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How to Value User or Subscriber Based Companies

Updated: Feb 20, 2022

Many companies with subscription-based business models market themselves to investors on the number of users, customers, and subscribers they have acquired over years or could potentially acquire in the future. Despite the absence of sufficient information disclosure with respect to the subscribers of these companies, it is possible to use the intrinsic valuation approach (discounted cash flow valuation) to determine the value of a user. We generally value companies on an aggregate basis, calculating the aggregate cashflows of the entire business on a risk adjusted basis. It is also possible to use a sum-of-part valuation approach, valuing the divisions of the business that have separable cash flows and stand-alone earnings, aggregate the values of separate divisions, and bring closure to the valuation by tying the lose ends through integration of firm wide corporate expenses. This is also considered the dis-aggregate approach. When it comes to subscription-based businesses, the disaggregate unit is the user or subscriber. Hence the first step of valuing these companies under a user-based valuation approach is to determine the value of a user or subscriber to the business.


Many online, subscription-based platforms or social media companies such as Twitter, Facebook, Peloton, Snap, Netflix, Microsoft 365, Adobe, and other customer or subscription-based companies get their value from their large user base. Advertisers are drawn to the user base of these companies and are willing to pay advertising fees to get exposure to these users. This generates advertising revenues for these companies. Subscription membership fees on these platforms are another sustainable revenue stream. The revenue generated from transactions with the members of the platform is the third revenue stream. Hence there are three ways to generate income at these companies. Companies can draw on more that one of these models to generate revenue. Among subscription or user-based revenue models, a subscription or user-based model generates the more sustainable growth; a transaction-based model has the greatest potential for growing revenues from existing users; and advertising revenue model facilitates rapid growth in firm’s early days.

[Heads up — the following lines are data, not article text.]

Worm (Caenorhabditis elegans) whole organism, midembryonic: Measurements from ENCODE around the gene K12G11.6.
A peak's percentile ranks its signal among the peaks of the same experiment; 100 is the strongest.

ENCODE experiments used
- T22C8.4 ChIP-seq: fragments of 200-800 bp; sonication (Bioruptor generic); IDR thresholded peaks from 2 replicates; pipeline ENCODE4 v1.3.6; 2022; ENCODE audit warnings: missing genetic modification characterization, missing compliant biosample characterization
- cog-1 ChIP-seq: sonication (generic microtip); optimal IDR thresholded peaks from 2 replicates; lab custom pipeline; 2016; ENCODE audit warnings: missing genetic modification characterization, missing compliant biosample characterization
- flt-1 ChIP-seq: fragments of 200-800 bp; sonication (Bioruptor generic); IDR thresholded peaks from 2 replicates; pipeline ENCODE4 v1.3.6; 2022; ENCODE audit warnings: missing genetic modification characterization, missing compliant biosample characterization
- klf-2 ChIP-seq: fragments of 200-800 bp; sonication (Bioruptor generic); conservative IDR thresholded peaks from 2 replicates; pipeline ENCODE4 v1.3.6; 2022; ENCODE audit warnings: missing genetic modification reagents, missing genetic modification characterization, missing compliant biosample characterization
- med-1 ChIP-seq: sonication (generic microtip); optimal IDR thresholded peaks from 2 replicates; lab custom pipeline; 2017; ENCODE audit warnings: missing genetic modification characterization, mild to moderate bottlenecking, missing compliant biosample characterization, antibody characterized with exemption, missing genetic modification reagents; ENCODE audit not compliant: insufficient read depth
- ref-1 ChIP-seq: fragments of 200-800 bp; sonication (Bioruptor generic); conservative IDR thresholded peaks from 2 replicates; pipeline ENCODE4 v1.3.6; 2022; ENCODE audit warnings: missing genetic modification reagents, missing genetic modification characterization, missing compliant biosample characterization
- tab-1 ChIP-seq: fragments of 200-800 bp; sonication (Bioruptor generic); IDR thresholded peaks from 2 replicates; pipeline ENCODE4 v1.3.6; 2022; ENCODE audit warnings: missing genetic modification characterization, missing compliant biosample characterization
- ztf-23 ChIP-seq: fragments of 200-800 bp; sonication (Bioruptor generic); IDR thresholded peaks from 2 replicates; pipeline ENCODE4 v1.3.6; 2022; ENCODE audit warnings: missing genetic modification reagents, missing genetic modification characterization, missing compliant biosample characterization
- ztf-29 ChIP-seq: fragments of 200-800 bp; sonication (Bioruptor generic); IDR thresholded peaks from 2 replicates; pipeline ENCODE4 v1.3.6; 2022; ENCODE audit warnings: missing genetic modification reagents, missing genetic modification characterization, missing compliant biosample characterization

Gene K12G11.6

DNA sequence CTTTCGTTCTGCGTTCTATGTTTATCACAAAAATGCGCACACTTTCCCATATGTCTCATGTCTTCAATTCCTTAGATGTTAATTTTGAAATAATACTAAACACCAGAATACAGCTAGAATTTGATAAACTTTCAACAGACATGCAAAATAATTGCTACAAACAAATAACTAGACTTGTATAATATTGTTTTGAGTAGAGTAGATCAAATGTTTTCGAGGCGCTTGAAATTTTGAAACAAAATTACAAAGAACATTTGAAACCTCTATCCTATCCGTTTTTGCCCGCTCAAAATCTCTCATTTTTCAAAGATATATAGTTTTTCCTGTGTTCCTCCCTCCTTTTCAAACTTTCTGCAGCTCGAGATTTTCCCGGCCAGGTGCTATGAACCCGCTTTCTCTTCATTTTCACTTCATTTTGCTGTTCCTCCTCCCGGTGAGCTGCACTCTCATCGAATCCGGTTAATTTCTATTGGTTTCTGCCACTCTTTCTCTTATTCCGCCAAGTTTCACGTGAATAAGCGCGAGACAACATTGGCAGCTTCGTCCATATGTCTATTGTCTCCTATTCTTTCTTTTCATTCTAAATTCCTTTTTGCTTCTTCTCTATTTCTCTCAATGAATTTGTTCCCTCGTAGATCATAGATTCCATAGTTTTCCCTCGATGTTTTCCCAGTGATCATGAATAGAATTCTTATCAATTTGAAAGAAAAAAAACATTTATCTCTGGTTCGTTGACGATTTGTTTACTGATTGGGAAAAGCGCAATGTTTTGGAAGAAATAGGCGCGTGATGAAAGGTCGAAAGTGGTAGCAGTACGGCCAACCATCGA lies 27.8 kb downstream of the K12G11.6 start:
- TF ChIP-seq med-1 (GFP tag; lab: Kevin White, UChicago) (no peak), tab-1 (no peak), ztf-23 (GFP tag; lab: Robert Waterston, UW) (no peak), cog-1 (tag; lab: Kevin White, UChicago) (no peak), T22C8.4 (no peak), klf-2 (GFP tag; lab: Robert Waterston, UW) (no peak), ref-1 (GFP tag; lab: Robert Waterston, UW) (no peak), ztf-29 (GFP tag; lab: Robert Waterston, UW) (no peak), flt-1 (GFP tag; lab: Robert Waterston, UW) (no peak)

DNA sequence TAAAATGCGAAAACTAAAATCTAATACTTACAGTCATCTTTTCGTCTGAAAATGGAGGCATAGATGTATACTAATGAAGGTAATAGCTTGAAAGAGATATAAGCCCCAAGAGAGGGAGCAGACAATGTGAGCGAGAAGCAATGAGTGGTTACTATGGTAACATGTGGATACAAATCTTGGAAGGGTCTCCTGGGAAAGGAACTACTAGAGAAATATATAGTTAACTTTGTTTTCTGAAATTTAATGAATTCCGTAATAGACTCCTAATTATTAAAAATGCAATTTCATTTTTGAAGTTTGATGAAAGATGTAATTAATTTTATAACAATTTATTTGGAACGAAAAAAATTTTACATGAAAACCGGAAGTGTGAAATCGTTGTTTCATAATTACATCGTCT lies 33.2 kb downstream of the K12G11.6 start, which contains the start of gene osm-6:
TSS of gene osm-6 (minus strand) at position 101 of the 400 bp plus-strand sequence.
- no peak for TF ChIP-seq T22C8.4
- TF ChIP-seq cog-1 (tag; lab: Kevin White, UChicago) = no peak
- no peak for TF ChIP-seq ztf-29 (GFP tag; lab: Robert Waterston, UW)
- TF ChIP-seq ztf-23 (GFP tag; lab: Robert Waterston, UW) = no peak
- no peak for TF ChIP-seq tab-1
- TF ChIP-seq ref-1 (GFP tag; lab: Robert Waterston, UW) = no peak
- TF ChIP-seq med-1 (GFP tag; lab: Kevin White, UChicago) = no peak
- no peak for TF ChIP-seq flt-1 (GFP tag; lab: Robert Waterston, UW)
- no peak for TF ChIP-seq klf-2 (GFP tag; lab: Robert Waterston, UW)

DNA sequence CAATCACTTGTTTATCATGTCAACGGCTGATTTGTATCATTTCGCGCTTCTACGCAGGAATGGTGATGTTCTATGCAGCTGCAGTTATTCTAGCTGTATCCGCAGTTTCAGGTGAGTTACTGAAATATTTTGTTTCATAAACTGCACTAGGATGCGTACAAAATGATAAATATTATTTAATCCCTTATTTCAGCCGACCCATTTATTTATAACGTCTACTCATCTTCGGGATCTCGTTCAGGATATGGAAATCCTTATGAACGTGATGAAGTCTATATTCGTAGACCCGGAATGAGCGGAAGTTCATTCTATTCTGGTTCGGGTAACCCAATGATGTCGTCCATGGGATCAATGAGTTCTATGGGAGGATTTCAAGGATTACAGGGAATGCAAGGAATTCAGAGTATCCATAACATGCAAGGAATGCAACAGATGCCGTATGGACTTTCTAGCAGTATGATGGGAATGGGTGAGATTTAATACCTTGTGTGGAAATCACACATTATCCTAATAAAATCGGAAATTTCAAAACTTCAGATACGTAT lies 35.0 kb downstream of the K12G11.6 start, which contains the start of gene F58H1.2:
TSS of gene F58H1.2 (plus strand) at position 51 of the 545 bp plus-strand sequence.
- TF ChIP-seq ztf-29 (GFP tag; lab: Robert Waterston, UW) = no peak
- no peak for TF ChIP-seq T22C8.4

There are many issues that can be further discussed with respect to the valuation including the availability of information as it relates to users, accounting inconsistencies as it relates to the cost of user and customer acquisitions, and the diversity of these users. For example, the cost of acquiring new users is usually lumped into G&A costs while these costs should be treated like capital expenditure which can be capitalized and subsequently amortized over the life of the asset, since these expenditures add value to the firm’s long-term growth. Going to Pieces: Valuing Users, Subscribers and Customers paper by Professor Aswath Damodaran further discusses the issues as well as the valuation approach.


The value of a user is the present value of the cash flows the user generates over the lifetime the user is with the company considering the risks and the growth rate of those cash flows. Hence, factors such as immortality rate, churn rate or survival rates of users, customer lifetime, revenues generated by an existing user as well as costs of servicing the existing user, the cost of acquisition of new users, corporate expenses, and costs that can not be traced back to users (corporate drag) are important drivers of this method of valuation and cash flow calculations.

The valuation equation under the sum-of-part approach hence is:


We follow the three main steps:


1) We first value the existing user during the lifetime of the user; multiply this value by the number of existing users to determine the total value of existing users.

2) We determine the value added by new users by subtracting the costs of acquiring a new user from the value of a user in step one, estimating the number of the new users added on an annual basis and until perpetuity; multiplying the two to determine the cashflows added by new users annually and present valuing those cash flows. In determining the value, we consider the term growth rate and risk in the cash flows for present value calculations.

3) We determine the value of corporate drag which are expenses that are unrelated to users.


In the following Valuation of an Information Services/iGaming company, Royal Wins Corporation, we have explained the calculations and the inputs to the drivers of value for these three segments. For a comprehensive report on this company, Q1/22: Royal Wins, World’s First Licensed Real Money Pure Skill Gaming Platform, please see Basic Modelyze page.


Valuing Royal Wins Corporation in January 2022